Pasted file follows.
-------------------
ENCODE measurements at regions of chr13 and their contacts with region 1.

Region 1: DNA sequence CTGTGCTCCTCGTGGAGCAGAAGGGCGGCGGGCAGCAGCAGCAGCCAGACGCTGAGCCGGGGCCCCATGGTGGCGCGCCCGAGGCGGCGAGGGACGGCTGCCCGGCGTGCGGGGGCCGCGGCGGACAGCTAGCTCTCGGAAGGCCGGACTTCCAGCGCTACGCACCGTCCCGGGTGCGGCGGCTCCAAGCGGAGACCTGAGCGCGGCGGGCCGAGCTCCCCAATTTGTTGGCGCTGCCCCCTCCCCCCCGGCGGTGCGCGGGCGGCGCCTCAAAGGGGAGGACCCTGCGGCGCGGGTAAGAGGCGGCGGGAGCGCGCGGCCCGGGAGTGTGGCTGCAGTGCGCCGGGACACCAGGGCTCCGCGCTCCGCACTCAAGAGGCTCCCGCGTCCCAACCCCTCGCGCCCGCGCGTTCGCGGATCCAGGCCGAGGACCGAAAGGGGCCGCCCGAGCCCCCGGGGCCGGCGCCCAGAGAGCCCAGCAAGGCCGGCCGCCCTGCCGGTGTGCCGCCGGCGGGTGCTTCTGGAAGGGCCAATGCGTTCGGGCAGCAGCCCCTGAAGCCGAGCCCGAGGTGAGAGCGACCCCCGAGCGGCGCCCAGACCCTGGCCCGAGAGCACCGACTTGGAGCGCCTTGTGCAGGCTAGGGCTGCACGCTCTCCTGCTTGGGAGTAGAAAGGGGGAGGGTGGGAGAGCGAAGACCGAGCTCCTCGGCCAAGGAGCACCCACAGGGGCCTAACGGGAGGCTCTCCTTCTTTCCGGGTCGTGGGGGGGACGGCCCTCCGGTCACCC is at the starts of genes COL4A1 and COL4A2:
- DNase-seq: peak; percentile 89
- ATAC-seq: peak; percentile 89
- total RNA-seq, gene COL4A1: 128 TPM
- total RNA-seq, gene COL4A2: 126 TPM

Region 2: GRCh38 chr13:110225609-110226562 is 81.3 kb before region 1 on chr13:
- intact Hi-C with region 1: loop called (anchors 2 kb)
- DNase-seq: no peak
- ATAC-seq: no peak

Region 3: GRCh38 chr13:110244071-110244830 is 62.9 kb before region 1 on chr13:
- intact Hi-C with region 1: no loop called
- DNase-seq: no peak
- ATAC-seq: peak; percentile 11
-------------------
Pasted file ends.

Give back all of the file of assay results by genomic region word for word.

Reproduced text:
ENCODE measurements at regions of chr13 and their contacts with region 1.

Region 1: DNA sequence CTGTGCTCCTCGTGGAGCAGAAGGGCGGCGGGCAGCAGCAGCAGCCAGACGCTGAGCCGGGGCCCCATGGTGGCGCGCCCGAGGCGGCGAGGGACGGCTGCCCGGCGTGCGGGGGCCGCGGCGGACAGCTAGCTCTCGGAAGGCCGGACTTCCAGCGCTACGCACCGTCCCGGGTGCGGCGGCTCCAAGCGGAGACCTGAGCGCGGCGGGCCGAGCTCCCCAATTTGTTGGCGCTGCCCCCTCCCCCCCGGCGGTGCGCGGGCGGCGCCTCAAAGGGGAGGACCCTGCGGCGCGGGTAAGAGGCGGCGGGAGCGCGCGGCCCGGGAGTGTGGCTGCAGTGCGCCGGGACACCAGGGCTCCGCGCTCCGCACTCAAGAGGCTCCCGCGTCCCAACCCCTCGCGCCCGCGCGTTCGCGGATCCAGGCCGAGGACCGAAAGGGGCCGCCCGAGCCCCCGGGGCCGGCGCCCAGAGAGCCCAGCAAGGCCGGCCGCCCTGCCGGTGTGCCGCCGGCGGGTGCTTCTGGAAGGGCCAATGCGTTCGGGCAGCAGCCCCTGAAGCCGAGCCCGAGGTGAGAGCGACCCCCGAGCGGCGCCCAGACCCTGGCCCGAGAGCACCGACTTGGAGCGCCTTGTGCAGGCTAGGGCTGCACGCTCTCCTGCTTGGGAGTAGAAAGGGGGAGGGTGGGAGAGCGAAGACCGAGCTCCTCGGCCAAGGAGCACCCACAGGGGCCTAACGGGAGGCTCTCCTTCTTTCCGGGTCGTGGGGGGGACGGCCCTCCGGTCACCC is at the starts of genes COL4A1 and COL4A2:
- DNase-seq: peak; percentile 89
- ATAC-seq: peak; percentile 89
- total RNA-seq, gene COL4A1: 128 TPM
- total RNA-seq, gene COL4A2: 126 TPM

Region 2: GRCh38 chr13:110225609-110226562 is 81.3 kb before region 1 on chr13:
- intact Hi-C with region 1: loop called (anchors 2 kb)
- DNase-seq: no peak
- ATAC-seq: no peak

Region 3: GRCh38 chr13:110244071-110244830 is 62.9 kb before region 1 on chr13:
- intact Hi-C with region 1: no loop called
- DNase-seq: no peak
- ATAC-seq: peak; percentile 11